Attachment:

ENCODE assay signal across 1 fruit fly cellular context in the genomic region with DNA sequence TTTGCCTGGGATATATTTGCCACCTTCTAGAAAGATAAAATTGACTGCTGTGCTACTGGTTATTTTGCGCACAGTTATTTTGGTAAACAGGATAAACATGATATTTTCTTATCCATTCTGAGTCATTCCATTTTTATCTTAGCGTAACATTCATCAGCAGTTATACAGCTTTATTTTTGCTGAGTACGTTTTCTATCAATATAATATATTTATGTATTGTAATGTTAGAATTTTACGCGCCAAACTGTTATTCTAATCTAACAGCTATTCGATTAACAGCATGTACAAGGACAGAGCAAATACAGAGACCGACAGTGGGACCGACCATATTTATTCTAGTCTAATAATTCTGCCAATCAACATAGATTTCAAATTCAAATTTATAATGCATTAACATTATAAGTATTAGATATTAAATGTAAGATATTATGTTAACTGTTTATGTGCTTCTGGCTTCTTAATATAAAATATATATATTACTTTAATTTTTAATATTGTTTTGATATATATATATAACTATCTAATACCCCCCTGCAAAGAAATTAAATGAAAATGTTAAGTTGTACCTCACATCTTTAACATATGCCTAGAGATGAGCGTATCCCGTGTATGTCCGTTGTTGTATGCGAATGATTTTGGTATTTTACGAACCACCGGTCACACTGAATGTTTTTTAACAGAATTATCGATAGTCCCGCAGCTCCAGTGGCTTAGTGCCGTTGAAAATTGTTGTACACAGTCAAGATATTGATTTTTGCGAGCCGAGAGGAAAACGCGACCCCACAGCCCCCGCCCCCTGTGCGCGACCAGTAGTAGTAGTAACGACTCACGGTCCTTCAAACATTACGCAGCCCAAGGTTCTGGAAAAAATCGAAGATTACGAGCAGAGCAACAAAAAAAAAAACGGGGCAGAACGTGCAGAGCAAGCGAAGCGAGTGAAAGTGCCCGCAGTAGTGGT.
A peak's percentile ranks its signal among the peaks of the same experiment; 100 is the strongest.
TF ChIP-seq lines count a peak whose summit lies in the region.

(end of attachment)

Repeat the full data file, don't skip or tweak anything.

ENCODE assay signal across 1 fruit fly cellular context in the genomic region with DNA sequence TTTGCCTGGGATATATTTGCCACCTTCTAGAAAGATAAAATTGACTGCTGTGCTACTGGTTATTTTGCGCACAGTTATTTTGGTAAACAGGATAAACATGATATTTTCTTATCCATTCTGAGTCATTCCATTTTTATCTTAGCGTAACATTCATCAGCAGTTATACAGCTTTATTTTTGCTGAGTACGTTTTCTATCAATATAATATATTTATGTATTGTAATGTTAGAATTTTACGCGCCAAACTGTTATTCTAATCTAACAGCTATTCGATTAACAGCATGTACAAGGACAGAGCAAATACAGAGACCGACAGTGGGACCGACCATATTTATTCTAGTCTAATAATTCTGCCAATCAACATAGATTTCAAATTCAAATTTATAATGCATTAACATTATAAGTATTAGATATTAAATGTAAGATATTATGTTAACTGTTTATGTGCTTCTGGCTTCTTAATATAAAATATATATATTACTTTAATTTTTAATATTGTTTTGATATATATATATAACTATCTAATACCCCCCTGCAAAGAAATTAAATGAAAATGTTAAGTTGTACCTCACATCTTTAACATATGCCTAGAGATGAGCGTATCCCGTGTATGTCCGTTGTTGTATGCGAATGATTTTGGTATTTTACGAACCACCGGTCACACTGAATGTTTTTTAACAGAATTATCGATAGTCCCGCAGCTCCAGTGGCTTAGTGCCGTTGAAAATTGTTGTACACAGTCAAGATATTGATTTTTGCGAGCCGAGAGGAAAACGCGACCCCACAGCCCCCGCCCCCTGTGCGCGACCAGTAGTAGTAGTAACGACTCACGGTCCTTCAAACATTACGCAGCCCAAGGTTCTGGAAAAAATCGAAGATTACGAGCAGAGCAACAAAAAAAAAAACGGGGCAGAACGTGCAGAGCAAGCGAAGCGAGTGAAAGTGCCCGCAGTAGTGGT.
A peak's percentile ranks its signal among the peaks of the same experiment; 100 is the strongest.
TF ChIP-seq lines count a peak whose summit lies in the region.